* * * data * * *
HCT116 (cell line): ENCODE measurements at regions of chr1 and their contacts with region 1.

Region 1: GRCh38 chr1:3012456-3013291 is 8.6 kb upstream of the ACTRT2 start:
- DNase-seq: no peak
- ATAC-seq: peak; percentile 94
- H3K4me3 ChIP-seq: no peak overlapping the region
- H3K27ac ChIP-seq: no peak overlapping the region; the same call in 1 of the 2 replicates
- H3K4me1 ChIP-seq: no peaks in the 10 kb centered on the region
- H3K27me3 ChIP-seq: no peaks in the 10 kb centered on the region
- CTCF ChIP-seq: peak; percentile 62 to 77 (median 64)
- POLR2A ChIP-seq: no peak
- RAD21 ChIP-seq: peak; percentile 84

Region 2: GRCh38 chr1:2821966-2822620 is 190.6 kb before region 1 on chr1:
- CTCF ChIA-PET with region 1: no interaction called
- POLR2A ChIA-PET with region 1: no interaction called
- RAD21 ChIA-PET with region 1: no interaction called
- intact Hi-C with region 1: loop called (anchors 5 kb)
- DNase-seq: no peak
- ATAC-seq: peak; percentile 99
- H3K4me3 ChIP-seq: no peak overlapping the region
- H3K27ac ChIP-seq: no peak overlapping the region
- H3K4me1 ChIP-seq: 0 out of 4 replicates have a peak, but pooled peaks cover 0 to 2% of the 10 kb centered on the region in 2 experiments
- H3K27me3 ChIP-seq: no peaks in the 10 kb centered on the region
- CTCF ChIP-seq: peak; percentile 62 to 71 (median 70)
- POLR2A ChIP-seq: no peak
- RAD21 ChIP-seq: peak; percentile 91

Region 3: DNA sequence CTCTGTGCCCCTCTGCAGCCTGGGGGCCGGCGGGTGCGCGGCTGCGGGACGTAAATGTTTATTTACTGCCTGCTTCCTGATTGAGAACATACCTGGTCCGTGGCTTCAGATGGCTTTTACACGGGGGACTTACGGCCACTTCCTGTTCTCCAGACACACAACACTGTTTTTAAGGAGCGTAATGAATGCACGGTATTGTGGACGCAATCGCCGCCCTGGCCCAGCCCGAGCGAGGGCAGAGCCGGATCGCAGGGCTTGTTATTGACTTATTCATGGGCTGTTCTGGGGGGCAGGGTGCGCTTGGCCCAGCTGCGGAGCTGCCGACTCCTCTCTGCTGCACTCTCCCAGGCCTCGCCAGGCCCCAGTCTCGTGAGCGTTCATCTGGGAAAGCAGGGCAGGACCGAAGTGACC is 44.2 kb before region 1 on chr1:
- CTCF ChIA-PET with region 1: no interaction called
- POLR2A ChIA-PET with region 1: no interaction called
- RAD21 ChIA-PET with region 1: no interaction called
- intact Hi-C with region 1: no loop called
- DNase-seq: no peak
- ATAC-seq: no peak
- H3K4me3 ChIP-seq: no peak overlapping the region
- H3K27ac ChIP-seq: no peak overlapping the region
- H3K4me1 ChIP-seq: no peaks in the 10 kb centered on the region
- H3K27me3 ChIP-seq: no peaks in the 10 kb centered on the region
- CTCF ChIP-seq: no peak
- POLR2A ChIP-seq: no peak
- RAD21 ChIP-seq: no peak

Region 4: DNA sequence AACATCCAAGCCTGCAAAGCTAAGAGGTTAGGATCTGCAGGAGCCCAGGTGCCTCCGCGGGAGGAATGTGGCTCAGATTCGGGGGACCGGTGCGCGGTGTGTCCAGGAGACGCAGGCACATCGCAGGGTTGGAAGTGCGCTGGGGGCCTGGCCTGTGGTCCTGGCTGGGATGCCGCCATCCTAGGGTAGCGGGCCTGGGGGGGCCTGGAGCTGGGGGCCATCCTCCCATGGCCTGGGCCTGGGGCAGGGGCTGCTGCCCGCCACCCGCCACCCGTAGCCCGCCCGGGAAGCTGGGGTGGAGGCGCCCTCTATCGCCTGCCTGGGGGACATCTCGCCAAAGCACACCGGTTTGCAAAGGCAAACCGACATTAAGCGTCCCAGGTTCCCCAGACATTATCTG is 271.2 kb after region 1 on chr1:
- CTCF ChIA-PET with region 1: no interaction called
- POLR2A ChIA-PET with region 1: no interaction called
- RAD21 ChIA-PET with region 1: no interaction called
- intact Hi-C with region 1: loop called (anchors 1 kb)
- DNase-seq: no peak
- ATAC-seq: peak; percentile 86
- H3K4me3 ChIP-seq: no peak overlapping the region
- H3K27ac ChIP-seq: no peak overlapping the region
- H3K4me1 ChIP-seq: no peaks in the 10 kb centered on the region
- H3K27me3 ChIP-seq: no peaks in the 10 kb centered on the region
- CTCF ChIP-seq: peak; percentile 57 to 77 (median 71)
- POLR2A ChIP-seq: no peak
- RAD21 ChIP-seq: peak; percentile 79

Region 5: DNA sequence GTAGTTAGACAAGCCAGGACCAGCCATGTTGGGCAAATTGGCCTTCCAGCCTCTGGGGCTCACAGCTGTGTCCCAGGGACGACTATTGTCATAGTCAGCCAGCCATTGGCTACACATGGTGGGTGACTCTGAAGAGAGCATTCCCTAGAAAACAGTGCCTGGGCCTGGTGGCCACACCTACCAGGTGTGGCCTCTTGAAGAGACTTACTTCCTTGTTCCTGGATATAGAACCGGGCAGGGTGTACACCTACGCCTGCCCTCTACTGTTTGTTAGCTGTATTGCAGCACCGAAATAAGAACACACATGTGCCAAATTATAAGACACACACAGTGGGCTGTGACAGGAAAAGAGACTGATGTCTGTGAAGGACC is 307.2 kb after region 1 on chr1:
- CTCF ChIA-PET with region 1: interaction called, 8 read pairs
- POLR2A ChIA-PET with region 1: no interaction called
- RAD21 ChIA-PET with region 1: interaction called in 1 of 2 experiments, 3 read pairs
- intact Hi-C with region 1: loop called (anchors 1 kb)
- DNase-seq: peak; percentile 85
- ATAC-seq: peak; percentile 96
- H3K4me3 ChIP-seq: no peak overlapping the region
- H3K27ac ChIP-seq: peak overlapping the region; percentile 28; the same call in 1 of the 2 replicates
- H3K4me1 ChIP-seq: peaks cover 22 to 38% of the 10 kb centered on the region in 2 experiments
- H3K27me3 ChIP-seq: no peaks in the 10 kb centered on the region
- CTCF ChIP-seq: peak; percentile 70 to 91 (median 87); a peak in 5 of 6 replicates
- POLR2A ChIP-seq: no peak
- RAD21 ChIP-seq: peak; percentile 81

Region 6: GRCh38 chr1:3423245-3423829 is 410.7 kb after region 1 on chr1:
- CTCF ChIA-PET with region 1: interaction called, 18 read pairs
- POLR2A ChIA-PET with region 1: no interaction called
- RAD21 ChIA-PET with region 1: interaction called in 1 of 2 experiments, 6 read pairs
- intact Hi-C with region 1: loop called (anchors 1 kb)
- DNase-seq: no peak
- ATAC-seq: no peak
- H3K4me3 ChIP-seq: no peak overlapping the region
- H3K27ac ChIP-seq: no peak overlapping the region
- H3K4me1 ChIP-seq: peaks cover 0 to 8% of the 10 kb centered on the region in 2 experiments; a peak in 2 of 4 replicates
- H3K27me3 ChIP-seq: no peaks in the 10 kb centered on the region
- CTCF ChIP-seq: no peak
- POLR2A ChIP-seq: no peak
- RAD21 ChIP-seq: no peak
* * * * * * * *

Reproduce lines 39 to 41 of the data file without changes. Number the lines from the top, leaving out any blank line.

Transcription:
- RAD21 ChIP-seq: no peak

Region 4: DNA sequence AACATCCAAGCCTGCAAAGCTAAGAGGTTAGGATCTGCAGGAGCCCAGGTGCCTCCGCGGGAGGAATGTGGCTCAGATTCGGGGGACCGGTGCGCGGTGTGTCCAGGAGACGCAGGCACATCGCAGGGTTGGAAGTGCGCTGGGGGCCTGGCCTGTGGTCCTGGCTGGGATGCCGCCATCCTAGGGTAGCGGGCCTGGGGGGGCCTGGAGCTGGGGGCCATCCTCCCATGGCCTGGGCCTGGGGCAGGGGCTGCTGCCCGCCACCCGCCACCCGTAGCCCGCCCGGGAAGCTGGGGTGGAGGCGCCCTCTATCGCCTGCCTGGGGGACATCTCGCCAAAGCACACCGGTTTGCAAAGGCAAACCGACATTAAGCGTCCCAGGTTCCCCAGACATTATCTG is 271.2 kb after region 1 on chr1:
- CTCF ChIA-PET with region 1: no interaction called